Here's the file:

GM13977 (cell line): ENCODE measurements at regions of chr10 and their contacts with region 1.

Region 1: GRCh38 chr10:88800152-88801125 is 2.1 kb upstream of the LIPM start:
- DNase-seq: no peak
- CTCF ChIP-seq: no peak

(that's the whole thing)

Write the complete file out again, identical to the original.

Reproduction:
GM13977 (cell line): ENCODE measurements at regions of chr10 and their contacts with region 1.

Region 1: GRCh38 chr10:88800152-88801125 is 2.1 kb upstream of the LIPM start:
- DNase-seq: no peak
- CTCF ChIP-seq: no peak